We are failing low-income students

By Ivy Lewis, Guest Writer

Since the 1990s, attending college has evolved from one of many pathways to success to a near necessity in the American job market, with many jobs that once had no barrier to entry now requiring at least a bachelor’s degree. Despite this shift, access to higher education has become more difficult for working class students. 

The lifelong benefits of higher education are significant; those with a bachelor’s degree can expect to earn roughly $30,000 more annually relative to those with a high school diploma. 

Graduating from college is one of the most reliable ways to break the cycle of poverty, but access to quality higher education is not evenly distributed across socioeconomic classes. 

Addressing this issue is vital to ensuring that everyone has an equitable chance to attend and graduate college, and it will require serious effort on the part of administrators at Xavier and other private institutions. 

Although a greater number of low-income students are enrolling in college, they are more likely to attend two-year and for-profit schools and less likely to graduate compared to their middle- and upper-class peers. Students from families below the federal poverty line make up roughly 20% of the total college population but just 13% of students at selective private schools. 

Most troublingly, only 14% of low-income students graduate within six years of enrollment, compared to 60% of higher income students. When asked why they were not able to graduate, most of these students identified a lack of sufficient financial aid as the primary reason they decided to leave school. Many of these students are forced to work full-time while going to school, which compromises their ability to get involved on campus and live up to their academic potential.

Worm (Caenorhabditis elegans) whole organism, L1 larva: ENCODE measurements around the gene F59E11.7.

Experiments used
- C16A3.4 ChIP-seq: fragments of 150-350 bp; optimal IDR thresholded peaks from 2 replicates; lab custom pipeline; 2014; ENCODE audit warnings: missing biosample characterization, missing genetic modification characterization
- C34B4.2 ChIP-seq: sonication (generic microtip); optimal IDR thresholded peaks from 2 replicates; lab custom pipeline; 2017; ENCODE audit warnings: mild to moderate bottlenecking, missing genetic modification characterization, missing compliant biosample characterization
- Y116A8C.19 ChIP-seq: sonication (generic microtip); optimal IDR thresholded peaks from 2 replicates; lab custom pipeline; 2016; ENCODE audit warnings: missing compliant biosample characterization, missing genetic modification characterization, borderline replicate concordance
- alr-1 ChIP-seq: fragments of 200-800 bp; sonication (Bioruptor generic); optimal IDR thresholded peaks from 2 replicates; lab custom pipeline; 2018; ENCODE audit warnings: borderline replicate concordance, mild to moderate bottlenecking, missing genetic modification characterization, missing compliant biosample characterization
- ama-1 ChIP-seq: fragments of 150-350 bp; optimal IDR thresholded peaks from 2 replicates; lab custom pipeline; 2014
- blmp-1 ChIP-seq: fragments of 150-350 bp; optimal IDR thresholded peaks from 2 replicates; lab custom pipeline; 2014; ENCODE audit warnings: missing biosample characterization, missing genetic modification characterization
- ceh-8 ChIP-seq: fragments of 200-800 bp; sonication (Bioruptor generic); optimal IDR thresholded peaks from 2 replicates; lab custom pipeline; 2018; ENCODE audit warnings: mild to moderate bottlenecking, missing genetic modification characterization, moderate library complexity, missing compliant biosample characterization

Getting more low-income students to enroll in community and for-profit schools is still a step forward, but the benefits of a college education increase dramatically for people who are able to go to four-year universities. Tuition at four-year colleges has increased disproportionately relative to inflation, growing 260% from 1980-2014. 

At Xavier, tuition for the 2019-2020 school year was $40,450, or roughly $20,000 per semester. Although many students are able to receive financial aid, the price tag on a Xavier education is clearly significant even for those from middle- and upper-class families. 

Consequently, most students at Xavier come from middle- and upper-class backgrounds. Lack of economic diversity harms more than low-income students. Xavier is missing out on the intellectual and creative contributions of a huge group of people with unique perspectives not typically seen in higher education. 

If higher education wants to diversify and increase the number of low-income students on campus, reform needs to start as early as possible and with the youngest age groups. 

Gaps in academic performance based on socioeconomic status are present as early as elementary school, largely because working class students usually attend poorly-funded public schools. Giving low-income students the chance to go to college will require universal preschool, increased funding in public elementary schools, free meal programs and (of course) high school and college scholarships based on income. 

The Senate has recently proposed a plan outlining a path to universal preschool, which has been shown to decrease the income-based gap in performance. Although more reform will be needed to prepare students for college, if passed, this bill would be a solid step in the right direction. 

Although gaps in academic aptitude and college readiness appear early, they amplify as students enter high school and prepare for college. 

Increased funding for public high schools would allow low-income students to take AP classes and earn college credit, thus preparing them for the rigors of college level courses. 

Beyond academics, the financial aid offered to working class students is frequently insufficient and normally comes from national programs, such as the Pell Grant, rather than the universities themselves. 

If we want to ensure fair access to higher education, college administrators must be willing to be flexible with the needs of working-class students. 

The process of reforming education to meet the needs of everyone, regardless of income, will be long and arduous. However, with concentrated effort, there are ways we can reduce the barriers and give low-income students  the chance to live up to their potential in academic settings at Xavier and across the country.